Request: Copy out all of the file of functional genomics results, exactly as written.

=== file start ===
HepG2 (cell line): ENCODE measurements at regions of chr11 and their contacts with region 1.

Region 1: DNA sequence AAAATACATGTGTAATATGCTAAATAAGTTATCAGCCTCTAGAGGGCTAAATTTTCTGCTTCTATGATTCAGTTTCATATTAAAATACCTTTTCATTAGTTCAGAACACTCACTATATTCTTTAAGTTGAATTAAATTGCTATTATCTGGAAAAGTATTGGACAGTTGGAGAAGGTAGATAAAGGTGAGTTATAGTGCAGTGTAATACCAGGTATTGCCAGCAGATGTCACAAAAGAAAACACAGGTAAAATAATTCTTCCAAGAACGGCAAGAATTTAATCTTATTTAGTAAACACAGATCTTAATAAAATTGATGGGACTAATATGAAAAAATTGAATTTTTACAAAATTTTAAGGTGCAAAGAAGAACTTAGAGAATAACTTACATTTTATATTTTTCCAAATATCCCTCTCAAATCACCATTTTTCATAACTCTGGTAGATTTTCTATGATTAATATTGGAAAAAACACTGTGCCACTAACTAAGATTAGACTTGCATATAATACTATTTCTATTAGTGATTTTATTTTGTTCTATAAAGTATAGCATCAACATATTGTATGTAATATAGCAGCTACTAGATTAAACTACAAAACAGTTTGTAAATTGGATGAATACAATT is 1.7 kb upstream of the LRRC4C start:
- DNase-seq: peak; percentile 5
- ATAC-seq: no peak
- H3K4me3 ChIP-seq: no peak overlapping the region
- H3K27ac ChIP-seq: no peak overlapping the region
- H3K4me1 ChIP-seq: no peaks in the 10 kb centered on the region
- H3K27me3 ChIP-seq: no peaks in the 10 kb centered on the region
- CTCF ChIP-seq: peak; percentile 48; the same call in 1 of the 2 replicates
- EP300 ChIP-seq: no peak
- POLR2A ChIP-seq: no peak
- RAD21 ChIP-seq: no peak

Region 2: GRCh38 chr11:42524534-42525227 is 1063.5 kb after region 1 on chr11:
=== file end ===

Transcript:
HepG2 (cell line): ENCODE measurements at regions of chr11 and their contacts with region 1.

Region 1: DNA sequence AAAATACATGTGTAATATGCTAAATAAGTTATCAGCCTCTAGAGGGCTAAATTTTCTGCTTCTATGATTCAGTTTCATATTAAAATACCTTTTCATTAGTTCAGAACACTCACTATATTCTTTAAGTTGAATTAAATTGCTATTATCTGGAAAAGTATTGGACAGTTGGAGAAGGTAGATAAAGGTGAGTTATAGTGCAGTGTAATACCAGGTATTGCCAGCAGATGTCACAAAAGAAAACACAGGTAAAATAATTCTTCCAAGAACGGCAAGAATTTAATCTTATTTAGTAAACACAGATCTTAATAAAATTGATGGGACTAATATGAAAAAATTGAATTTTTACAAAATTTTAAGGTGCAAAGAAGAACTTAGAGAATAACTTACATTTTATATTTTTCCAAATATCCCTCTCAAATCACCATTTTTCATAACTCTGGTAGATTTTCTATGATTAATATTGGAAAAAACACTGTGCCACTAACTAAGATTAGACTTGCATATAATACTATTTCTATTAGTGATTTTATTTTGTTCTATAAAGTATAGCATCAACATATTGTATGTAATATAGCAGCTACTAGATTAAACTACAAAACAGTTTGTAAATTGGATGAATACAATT is 1.7 kb upstream of the LRRC4C start:
- DNase-seq: peak; percentile 5
- ATAC-seq: no peak
- H3K4me3 ChIP-seq: no peak overlapping the region
- H3K27ac ChIP-seq: no peak overlapping the region
- H3K4me1 ChIP-seq: no peaks in the 10 kb centered on the region
- H3K27me3 ChIP-seq: no peaks in the 10 kb centered on the region
- CTCF ChIP-seq: peak; percentile 48; the same call in 1 of the 2 replicates
- EP300 ChIP-seq: no peak
- POLR2A ChIP-seq: no peak
- RAD21 ChIP-seq: no peak

Region 2: GRCh38 chr11:42524534-42525227 is 1063.5 kb after region 1 on chr11: